FAU - Gras, Daniel
AU  - Gras D
AD  - Cardiology Department, Nouvelles Cliniques Nantaises, Nantes, France.
FAU - Deharo, Jean-Claude
AU  - Deharo JC
AD  - Cardiology Department, La Timone University Hospital, Marseille, France.
FAU - Milliez, Paul
AU  - Milliez P
AD  - Cardiology Department, Caen University Hospital, Caen, France.
FAU - Da Costa, Antoine
AU  - Da Costa A
AD  - Cardiology Department, St Etienne University Hospital, St Etienne, France.
FAU - Mondoly, Pierre
AU  - Mondoly P
AD  - Cardiology Department, Toulouse University Hospital, Toulouse, France.
FAU - Gonzalez-Panizo, Jorge
AU  - Gonzalez-Panizo J
AD  - Cardiology Department, Papworth Hospital NHS Foundation Trust, Cambridge, UK.
FAU - Leclercq, Christophe
AU  - Leclercq C
AD  - Cardiology Department, Rennes University Hospital, Rennes, France.
FAU - Heck, Patrick
AU  - Heck P
AD  - Cardiology Department, Papworth Hospital NHS Foundation Trust, Cambridge, UK.
FAU - Virdee, Munmohan
AU  - Virdee M
AD  - Cardiology Department, Papworth Hospital NHS Foundation Trust, Cambridge, UK.
FAU - Sadoul, Nicolas
AU  - Sadoul N
AD  - Cardiology Department, Nancy University Hospital, Nancy, France.
FAU - Le Heuzey, Jean-Yves
AU  - Le Heuzey JY
AD  - Paris Descartes University, Paris, France.
AD  - Cardiology Department, European Georges Pompidou Hospital, Paris, France.
FAU - Marijon, Eloi
AU  - Marijon E
AD  - Cardiovascular Epidemiology, Paris Cardiovascular Research Center, Paris, France.
AD  - Paris Descartes University, Paris, France.
AD  - Cardiology Department, European Georges Pompidou Hospital, Paris, France.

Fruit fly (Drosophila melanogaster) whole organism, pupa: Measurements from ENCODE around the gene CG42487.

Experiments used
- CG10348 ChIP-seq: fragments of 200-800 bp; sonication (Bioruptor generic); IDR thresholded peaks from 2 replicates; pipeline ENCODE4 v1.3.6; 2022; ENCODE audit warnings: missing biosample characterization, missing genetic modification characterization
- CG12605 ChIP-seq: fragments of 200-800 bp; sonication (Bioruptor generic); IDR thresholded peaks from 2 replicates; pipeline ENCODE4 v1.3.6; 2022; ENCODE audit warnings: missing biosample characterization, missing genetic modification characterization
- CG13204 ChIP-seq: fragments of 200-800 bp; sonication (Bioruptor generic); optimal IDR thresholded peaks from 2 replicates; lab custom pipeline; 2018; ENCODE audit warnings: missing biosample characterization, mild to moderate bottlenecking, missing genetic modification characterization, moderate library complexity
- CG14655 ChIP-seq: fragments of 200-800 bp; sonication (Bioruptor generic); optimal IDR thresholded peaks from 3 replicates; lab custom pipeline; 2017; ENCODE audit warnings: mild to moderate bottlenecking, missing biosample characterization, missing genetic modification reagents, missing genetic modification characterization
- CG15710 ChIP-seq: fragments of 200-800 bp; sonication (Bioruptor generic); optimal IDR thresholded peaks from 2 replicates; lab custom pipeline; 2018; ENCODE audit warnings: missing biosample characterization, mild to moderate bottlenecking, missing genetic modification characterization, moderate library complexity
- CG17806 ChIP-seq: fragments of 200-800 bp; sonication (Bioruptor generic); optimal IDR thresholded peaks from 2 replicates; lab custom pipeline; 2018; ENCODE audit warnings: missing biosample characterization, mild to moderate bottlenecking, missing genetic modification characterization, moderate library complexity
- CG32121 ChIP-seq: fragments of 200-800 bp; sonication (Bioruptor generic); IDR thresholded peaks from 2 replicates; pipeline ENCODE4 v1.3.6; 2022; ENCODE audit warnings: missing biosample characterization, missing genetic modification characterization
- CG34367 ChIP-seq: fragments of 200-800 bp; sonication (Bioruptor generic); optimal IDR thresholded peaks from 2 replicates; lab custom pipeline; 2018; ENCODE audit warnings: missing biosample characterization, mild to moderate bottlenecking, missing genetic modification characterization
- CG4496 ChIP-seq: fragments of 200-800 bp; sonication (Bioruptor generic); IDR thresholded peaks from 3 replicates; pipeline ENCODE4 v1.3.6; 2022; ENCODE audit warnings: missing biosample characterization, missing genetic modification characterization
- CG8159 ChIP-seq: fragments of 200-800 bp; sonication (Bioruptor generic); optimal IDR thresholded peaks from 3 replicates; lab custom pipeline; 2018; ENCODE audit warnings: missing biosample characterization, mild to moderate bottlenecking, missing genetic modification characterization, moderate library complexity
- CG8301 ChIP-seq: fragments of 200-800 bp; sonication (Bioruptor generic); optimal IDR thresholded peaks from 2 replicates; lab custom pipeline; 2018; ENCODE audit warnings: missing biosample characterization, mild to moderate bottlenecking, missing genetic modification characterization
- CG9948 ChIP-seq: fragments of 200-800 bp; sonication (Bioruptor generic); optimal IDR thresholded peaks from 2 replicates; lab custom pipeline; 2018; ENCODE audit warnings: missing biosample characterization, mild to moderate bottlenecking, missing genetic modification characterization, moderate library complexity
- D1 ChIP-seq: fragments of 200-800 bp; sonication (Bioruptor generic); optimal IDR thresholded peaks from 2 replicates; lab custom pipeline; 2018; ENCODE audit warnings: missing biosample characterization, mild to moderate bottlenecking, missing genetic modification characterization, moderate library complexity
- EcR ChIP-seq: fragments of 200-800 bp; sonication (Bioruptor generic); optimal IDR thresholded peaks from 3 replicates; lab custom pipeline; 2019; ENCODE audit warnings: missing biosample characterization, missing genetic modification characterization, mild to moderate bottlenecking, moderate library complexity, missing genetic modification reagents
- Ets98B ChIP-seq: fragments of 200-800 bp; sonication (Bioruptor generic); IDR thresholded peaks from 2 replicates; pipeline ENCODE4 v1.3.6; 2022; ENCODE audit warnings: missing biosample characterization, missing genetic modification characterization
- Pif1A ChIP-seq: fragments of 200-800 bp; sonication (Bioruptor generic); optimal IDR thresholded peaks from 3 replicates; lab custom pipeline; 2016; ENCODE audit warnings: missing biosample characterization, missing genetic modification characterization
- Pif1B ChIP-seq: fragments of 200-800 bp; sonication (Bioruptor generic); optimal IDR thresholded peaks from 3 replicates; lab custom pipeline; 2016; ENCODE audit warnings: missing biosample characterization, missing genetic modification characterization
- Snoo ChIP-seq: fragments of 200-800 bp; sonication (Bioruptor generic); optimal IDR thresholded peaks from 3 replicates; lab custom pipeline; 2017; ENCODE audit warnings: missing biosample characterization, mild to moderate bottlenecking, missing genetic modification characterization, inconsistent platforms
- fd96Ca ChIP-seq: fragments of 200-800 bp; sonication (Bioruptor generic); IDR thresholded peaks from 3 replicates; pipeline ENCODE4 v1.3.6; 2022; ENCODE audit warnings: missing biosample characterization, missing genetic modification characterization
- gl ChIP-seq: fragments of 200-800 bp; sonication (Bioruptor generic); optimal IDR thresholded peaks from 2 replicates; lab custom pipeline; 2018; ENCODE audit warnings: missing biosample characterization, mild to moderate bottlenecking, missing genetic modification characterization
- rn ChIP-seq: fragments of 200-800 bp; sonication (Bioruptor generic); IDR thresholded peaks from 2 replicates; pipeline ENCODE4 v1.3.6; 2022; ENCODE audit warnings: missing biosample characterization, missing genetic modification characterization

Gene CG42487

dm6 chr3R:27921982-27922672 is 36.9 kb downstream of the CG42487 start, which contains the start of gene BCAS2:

LA  - eng
PT  - Journal Article
PT  - Multicenter Study
PT  - Observational Study
DEP - 20180314
PL  - England
TA  - Heart
JT  - Heart (British Cardiac Society)
JID - 9602087
SB  - AIM
SB  - IM
MH  - Aged
MH  - Cardiac Resynchronization Therapy/adverse effects/*methods
MH  - Cardiomyopathy, Dilated/complications/*therapy
MH  - Defibrillators, Implantable/*adverse effects
MH  - Female
MH  - Humans
MH  - Male
MH  - Pacemaker, Artificial/*adverse effects
MH  - Primary Prevention/*methods
MH  - Propensity Score
MH  - Risk Factors
MH  - Tachycardia, Ventricular/etiology/physiopathology/*prevention & control
MH  - Treatment Outcome
OTO - NOTNLM
OT  - *heart failure
OT  - *implanted cardiac defibrillators
OT  - *pacemakers
OT  - *quality and outcomes of care
COIS- Competing interests: RP received training grant from Boston Scientific and Sorin 
      Group and a Research Grant from Medtronic. SBo received consulting fees from
      Medtronic, Boston Scientific and Sorin Group. OP received travel support and
      consulting fees from Abbott, Boston Scientific, LivaNova and Medtronic. DK
      received consultant fees from St. Jude Medical, Medtronic, Sorin Group, Boston
      Scientific and Biotronik. PD received consulting fees from Boston Scientific,
      Medtronic, St Jude Medical and LivaNova. DG receiving consulting fees from Boston
      scientific, Medtronic, Biotronik, Abbot. PM received consulting fees from
      Biotronik, Boston Scientific and St Jude Medical. NS received consulting fees
      from Biotronik, Boston Scientific, Medtronic, Sorin Group and St. Jude Medical.
      J-YLH received consulting fees from Astra Zeneca, Bayer, BMS/Pfizer, Boehringer
      Ingelheim, Daiichi Sankyo, Meda, Novartis , Sanofi, Servier. All other authors
      have reported that they have no relationships relevant to the contents of this
      article to disclose.
EDAT- 2018/03/16 06:00
MHDA- 2019/02/16 06:00
CRDT- 2018/03/16 06:00
PHST- 2017/10/10 00:00 [received]
PHST- 2018/02/13 00:00 [revised]
PHST- 2018/02/25 00:00 [accepted]
PHST- 2018/03/16 06:00 [pubmed]
PHST- 2019/02/16 06:00 [medline]
PHST- 2018/03/16 06:00 [entrez]
AID - heartjnl-2017-312546 [pii]
AID - 10.1136/heartjnl-2017-312546 [doi]
PST - ppublish
SO  - Heart. 2018 Sep;104(18):1529-1535. doi: 10.1136/heartjnl-2017-312546. Epub 2018
      Mar 14.